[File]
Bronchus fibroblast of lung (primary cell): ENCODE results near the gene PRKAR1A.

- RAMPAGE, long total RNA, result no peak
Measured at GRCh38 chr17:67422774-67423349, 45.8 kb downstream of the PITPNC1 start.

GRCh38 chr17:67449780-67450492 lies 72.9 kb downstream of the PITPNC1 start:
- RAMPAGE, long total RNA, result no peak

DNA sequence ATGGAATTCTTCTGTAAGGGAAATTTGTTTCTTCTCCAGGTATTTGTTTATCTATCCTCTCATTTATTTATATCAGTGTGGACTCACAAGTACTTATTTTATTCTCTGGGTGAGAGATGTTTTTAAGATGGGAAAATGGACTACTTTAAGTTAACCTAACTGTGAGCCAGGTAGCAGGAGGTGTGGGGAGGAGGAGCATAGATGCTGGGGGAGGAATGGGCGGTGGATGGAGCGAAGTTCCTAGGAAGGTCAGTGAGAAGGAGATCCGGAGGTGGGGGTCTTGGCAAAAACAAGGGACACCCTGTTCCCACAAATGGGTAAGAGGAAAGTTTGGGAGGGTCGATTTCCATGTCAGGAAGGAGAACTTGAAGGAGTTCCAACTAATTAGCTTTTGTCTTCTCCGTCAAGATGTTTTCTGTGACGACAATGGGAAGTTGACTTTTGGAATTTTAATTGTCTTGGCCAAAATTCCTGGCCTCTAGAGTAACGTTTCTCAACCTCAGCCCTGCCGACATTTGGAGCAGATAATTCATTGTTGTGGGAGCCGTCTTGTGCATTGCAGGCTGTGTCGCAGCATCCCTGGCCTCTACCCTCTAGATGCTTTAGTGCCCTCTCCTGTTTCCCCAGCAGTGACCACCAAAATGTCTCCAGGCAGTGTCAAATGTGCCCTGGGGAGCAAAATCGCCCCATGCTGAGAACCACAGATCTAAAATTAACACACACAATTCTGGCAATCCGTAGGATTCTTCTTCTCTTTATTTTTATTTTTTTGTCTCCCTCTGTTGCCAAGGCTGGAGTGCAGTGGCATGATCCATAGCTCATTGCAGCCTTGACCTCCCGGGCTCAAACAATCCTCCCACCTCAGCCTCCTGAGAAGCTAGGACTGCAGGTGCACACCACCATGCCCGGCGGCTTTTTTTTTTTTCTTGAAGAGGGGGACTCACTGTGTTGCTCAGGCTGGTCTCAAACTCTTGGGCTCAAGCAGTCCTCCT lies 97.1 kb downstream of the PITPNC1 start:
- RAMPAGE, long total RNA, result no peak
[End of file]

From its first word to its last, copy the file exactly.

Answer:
Bronchus fibroblast of lung (primary cell): ENCODE results near the gene PRKAR1A.

- RAMPAGE, long total RNA, result no peak
Measured at GRCh38 chr17:67422774-67423349, 45.8 kb downstream of the PITPNC1 start.

GRCh38 chr17:67449780-67450492 lies 72.9 kb downstream of the PITPNC1 start:
- RAMPAGE, long total RNA, result no peak

DNA sequence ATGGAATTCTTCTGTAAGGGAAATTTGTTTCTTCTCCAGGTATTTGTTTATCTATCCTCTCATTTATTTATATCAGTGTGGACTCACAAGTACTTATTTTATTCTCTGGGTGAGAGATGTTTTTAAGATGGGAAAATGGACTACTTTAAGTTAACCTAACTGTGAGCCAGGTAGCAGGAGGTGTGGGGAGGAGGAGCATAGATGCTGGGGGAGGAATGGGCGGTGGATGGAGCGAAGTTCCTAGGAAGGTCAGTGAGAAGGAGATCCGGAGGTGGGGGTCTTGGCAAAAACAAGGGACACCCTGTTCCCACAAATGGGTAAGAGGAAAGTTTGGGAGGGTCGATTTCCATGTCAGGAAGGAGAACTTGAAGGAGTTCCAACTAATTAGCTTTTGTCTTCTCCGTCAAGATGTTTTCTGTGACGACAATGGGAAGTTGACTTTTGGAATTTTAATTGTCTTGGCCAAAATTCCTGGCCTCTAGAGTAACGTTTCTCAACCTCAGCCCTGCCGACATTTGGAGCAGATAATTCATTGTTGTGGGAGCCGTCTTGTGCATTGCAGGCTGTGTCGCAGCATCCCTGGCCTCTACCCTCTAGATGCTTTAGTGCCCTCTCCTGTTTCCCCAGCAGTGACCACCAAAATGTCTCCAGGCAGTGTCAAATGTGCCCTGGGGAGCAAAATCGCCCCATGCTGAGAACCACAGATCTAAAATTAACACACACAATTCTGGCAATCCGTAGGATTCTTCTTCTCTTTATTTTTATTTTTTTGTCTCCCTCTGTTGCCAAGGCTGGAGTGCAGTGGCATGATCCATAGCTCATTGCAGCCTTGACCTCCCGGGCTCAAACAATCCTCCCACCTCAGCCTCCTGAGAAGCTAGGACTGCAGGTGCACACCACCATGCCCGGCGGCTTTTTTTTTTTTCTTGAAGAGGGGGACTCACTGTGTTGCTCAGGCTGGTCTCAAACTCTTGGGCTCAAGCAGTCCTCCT lies 97.1 kb downstream of the PITPNC1 start:
- RAMPAGE, long total RNA, result no peak